Abstract 3645: Omeprazole, A Potent Cyp 2c19 Inhibitor, Does Not Alter The Pharmacokinetics Or Platelet Aggregation Of Asa And Dipyridamole In Combination
Antiplatelet therapies such as aspirin (ASA), clopidogrel or a combination of ASA and extended-release dipyridamole (ASA/DP) are recommended therapeutic options for reducing the risk of stroke in patients with prior stroke or TIA. The clinical benefit of clopidogrel is highly dependent on the bioactivation of clopidogrel to its active metabolite by CYP 2C19. Omeprazole (OME), a frequently used gastric acid suppressant, is a potent inhibitor of CYP2C19, and has been identified as having a clinically significant interaction with clopidogrel. It was unclear whether ASA/DP would be subject to the same interaction risk when concomitantly administered with OME. This study formally tests whether multiple daily doses of OME 80 mg alters the pharmacokinetics of dipyridamole or the inhibition of platelet aggregation (IPA) of ASA/DP. This study was performed in 60 healthy volunteers as a multiple-dose, open-label, randomized, crossover trial with 4 treatments within 2 treatment sequences. The endpoints included the steady-state Cmax and AUC of DP as well as IPA at 4 and 12 hours postdose. The mean plasma DP concentration time profile for all treatments is displayed in Figure 1. The 90% confidence interval for DP Cmax and AUC was fully contained within 80-125% bounds indicating no clinically significant interaction between ASA/DP and OME. Moreover, concomitant administration of ASA/DP with OME had no effect on the inhibition of arachidonic acid induced platelet aggregation over the normal dosing interval at steady-state (Table 1). There was no difference detected regardless of whether subjects were pre-treated with OME alone or ASA/DP and OME. In conclusion, concurrent administration of OME with ASA/DP does not alter the steady-state pharmacokinetics of DP nor the inhibition of platelet aggregation of ASA/DP, regardless of the order of treatment administration. All treatments were well tolerated. [Table 1.]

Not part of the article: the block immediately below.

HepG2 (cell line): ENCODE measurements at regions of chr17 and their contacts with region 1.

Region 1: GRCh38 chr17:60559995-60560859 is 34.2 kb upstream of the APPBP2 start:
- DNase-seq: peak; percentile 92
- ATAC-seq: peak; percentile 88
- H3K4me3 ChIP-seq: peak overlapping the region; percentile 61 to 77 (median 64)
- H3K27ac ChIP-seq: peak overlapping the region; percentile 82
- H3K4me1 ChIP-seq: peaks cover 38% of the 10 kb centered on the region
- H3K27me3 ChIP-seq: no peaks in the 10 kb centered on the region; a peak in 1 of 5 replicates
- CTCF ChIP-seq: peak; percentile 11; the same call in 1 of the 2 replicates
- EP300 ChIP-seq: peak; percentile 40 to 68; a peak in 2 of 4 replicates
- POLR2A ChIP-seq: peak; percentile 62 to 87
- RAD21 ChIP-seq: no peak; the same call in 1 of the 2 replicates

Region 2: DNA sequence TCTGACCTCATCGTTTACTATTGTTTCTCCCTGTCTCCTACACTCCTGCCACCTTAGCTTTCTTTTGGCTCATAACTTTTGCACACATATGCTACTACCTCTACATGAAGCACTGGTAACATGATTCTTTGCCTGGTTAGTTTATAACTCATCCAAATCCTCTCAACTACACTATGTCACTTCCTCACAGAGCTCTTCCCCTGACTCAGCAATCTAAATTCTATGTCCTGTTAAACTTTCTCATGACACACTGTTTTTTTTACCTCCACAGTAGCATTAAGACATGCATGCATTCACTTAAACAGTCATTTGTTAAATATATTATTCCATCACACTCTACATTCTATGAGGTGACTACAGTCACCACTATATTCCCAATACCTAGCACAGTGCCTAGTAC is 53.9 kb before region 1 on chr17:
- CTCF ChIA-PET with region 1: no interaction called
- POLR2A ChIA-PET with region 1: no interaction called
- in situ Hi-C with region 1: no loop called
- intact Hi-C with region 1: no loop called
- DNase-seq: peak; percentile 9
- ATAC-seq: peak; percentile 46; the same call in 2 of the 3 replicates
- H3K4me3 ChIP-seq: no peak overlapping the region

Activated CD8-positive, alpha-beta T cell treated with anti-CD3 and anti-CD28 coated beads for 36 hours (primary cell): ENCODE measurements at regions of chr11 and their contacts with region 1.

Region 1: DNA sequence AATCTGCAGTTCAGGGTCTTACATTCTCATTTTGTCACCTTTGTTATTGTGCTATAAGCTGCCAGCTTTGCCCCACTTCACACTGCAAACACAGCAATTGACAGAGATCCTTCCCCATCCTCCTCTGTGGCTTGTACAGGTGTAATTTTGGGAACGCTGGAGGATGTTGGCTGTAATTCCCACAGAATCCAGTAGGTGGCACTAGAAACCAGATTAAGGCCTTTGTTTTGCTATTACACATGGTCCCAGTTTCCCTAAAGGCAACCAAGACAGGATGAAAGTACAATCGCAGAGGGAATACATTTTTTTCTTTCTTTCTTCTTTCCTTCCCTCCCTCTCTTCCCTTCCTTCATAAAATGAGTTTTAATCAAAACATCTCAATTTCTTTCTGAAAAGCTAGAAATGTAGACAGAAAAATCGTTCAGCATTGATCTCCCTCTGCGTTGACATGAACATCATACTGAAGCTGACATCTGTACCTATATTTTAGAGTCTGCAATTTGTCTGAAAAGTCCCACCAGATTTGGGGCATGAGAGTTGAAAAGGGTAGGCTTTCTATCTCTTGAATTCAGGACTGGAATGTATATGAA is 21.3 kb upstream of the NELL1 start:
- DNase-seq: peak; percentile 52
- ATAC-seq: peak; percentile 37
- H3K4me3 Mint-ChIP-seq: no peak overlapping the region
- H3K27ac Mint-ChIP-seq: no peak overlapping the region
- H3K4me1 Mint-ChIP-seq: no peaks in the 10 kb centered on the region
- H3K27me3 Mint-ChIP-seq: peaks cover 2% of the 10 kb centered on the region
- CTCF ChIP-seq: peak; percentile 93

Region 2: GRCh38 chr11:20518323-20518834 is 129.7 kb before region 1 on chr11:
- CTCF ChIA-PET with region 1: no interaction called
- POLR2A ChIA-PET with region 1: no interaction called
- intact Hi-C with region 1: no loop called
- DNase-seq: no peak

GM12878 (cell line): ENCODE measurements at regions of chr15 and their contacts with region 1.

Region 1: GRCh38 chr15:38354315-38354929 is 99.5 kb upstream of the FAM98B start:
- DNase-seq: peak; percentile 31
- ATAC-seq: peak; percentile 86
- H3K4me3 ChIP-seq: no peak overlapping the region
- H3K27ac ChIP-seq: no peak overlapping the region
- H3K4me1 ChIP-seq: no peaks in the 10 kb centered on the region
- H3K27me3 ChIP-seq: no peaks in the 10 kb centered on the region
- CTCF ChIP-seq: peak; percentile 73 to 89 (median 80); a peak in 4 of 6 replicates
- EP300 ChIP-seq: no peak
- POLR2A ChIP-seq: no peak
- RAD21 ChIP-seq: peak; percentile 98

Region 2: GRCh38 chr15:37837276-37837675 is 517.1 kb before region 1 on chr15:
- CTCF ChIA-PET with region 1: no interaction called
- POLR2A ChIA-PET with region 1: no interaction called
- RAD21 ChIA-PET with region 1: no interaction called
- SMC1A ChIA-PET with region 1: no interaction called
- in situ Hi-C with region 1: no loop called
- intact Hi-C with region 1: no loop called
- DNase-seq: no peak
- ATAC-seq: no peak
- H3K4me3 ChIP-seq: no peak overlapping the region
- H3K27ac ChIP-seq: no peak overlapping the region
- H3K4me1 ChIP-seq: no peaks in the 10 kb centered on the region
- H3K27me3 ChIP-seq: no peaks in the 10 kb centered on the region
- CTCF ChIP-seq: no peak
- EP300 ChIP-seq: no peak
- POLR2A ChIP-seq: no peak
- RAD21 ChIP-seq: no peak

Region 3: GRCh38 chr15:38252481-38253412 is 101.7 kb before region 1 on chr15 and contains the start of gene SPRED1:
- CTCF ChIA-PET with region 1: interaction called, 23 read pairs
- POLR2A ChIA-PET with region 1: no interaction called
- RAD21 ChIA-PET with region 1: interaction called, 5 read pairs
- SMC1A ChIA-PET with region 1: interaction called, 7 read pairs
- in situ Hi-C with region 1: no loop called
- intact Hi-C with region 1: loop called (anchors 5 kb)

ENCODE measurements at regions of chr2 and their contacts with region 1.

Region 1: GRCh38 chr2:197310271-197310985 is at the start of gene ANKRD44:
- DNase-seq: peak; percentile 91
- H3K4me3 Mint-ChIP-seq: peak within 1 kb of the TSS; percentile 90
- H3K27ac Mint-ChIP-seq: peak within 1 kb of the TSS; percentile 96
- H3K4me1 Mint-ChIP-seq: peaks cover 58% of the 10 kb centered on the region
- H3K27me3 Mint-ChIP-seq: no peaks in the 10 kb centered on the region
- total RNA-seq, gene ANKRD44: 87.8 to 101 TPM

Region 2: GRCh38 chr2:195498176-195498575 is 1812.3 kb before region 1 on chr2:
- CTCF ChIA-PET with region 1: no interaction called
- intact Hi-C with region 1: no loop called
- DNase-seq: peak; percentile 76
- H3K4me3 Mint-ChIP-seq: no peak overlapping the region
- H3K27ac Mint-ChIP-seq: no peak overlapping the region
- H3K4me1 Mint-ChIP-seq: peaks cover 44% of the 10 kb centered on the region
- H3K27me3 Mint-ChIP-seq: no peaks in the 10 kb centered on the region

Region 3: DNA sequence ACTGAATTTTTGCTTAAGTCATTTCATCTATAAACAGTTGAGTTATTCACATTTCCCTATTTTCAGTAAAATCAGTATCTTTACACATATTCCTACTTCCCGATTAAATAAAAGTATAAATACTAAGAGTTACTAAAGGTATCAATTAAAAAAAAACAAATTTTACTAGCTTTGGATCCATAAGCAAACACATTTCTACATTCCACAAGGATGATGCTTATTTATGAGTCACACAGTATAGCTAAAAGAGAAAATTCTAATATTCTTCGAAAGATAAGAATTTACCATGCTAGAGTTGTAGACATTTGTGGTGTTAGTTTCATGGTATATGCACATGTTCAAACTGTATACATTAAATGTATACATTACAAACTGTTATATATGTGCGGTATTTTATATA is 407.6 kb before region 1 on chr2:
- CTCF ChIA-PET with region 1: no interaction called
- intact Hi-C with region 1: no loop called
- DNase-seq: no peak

- © 2012 by American Heart Association, Inc.